The migration began when Northern factories started to send labor agents South to recruit workers. Former rural farm laborers, sharecroppers and other blacks marginalized by Southern economic changes saw the migration as a great opportunity. Enticed by higher wages and encouraged by family, friends and Northern black newspaper editorials, thousands of blacks sold their possessions to gain fare for the railroad trip North.
Factory jobs in the Northern cities, however, were not as glamorous as advertised. With the emphasis on technology and mechanized production, the skills many black craftsmen had practiced in the South went unwanted. White managers directed blacks into specific jobs, typically the most menial and dangerous tasks. In steel mills, blacks were often relegated to the blast furnace jobs. In automobile factories, metal foundry work. In meat-packing plants, janitorial and cleaning. On the whole, blacks found they were relegated to the 'undesirable jobs, arduous and unpleasant.'2.
The strength of white ethnic unions already participating in factory politics also served to block employment advancement for blacks. Union solidarity boosted only those of similar ethnic origin into supervisory or control positions. Without the political means to rise into these positions, blacks remained at the bottom of the economic ladder. In addition, white factory owners continually exploited black workers' low status and used it to their advantage. Owners often brought in blacks as strikebreakers to counter the power of the ethnic unions.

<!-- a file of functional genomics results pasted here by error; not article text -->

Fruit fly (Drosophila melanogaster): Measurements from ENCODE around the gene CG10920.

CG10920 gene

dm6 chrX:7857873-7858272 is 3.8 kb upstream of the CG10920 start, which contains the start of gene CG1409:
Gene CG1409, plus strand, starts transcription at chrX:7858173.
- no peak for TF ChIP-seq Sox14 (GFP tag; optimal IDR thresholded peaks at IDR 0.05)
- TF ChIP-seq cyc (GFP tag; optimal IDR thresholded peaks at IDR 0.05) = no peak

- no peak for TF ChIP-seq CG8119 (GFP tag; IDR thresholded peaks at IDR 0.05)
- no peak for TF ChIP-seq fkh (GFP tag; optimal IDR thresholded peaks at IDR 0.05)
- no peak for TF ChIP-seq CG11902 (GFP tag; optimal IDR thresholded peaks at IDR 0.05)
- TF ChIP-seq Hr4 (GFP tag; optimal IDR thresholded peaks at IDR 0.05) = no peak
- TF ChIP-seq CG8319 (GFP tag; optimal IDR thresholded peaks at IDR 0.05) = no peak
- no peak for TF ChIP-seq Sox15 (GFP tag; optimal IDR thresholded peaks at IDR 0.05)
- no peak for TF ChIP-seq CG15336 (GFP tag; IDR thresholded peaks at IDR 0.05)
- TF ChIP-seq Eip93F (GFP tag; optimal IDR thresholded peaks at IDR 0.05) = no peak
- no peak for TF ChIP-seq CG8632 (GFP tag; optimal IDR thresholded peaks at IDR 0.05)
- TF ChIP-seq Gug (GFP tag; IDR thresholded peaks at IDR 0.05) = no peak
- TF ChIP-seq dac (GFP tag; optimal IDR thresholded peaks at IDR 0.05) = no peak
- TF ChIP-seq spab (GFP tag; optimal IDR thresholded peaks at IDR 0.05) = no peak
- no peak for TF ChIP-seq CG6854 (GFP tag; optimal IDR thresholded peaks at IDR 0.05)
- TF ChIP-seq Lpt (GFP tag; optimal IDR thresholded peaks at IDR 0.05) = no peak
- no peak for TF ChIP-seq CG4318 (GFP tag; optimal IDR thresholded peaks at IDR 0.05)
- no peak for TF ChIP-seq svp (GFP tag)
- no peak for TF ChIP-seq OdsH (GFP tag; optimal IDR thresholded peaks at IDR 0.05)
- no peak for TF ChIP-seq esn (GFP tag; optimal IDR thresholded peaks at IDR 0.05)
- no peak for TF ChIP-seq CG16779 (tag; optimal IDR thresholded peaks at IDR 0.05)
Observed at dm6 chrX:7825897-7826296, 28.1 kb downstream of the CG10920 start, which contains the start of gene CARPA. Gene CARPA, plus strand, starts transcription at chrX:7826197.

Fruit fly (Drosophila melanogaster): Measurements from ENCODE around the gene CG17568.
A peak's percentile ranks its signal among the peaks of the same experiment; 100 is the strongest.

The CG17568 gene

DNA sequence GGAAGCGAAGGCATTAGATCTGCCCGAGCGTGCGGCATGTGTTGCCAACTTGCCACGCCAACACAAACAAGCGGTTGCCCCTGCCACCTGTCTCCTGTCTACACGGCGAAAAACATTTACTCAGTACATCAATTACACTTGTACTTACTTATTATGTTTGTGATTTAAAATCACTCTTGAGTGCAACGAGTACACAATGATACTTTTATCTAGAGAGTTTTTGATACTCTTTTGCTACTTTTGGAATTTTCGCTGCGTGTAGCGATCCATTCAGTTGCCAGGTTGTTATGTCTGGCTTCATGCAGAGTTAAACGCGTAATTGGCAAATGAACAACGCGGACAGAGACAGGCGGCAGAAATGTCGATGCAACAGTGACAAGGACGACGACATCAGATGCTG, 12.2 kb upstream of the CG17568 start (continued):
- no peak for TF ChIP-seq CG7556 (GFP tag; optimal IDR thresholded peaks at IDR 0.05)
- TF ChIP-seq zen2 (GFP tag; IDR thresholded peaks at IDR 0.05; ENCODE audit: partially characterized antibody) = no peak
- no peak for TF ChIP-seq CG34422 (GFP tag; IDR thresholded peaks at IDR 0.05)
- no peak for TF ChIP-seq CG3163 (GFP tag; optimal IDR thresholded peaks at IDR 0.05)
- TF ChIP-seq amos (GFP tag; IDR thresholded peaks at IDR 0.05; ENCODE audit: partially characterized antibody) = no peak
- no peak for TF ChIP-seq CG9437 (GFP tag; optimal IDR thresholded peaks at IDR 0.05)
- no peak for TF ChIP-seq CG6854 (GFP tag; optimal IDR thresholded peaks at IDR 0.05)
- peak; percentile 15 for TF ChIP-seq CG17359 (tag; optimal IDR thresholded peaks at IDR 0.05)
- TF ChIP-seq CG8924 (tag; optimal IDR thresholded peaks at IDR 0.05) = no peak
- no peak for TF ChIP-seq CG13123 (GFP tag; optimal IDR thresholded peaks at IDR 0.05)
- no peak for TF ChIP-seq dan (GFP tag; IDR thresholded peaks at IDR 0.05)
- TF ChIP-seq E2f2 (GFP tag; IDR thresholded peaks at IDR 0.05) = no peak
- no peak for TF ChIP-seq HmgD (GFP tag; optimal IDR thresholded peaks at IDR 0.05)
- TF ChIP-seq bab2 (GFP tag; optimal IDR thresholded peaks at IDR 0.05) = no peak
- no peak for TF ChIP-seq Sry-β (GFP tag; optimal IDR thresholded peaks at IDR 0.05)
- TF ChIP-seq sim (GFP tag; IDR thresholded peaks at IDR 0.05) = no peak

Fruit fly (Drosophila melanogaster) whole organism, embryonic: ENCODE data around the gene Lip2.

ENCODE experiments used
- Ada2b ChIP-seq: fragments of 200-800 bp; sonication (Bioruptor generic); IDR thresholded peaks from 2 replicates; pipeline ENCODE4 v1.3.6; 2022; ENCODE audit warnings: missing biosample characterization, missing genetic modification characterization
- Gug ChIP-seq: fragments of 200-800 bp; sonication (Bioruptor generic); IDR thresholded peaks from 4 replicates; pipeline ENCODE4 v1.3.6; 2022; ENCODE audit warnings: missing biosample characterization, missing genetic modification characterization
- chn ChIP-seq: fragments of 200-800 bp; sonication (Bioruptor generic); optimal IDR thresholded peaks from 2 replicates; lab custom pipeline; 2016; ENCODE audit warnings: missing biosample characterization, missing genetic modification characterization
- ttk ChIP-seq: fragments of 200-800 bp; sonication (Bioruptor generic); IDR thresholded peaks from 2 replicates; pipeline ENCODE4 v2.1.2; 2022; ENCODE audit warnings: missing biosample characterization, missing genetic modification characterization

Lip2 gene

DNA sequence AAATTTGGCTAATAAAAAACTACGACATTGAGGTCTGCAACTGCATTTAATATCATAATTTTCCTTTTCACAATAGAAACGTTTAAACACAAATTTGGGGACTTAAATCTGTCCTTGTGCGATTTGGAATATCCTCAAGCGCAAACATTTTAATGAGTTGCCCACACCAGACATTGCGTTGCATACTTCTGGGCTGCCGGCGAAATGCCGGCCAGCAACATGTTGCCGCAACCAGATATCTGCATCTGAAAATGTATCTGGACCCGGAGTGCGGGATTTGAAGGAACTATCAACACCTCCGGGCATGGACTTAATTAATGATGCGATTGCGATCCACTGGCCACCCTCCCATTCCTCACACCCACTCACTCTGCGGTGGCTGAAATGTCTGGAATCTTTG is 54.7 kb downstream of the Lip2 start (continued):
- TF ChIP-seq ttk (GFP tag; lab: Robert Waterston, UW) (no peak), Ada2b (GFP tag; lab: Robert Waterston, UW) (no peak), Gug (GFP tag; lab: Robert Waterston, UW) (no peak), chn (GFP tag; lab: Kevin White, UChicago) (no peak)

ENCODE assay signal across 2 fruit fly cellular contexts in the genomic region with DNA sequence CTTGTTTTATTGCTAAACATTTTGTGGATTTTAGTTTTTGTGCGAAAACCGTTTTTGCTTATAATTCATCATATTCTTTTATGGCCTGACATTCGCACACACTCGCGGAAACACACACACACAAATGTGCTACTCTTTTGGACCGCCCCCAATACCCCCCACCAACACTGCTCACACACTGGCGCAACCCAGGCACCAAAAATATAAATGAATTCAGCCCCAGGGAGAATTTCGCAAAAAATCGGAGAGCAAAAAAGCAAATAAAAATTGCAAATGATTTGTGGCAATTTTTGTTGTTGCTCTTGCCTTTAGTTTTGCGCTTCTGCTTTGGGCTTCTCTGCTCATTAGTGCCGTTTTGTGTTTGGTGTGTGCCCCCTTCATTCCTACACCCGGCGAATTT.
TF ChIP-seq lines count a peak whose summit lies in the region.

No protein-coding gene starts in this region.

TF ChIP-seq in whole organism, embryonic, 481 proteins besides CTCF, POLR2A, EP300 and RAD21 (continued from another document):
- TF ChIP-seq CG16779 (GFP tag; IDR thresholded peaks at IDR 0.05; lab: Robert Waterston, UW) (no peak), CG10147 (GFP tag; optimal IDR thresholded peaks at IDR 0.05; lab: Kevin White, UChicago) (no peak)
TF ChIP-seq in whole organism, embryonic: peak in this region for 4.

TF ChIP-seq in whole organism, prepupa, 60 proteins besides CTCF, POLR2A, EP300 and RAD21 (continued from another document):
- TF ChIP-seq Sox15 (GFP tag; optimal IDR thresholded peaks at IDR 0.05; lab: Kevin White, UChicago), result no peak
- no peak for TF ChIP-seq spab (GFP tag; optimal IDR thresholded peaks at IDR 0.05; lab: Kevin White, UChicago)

Though blacks were used as pawns in this class struggle between whites, they were blamed for causing the problems. In East St. Louis, the 1917 riots occurred when immigrant whites, angered at the use of black factory workers, went on a rampage and killed 125 mostly black workers.
Even though riots occurred in the North, one of the other primary reasons for the migration was the pervasive violence blacks endured as a group in the South, without any legal recourse. Lynchings were conducted without fear because of a Southern justice system that still did not recognize in practice the social and legal status of blacks. Court decisions and trials still viewed blacks as fundamentally separate from the dominant society. Jim Crow laws, literacy tests to vote, and the stifling of educational opportunities for blacks were all legally acceptable and enforceable, usually explained away in terms of state's rights and the sanctity of private property and contracts.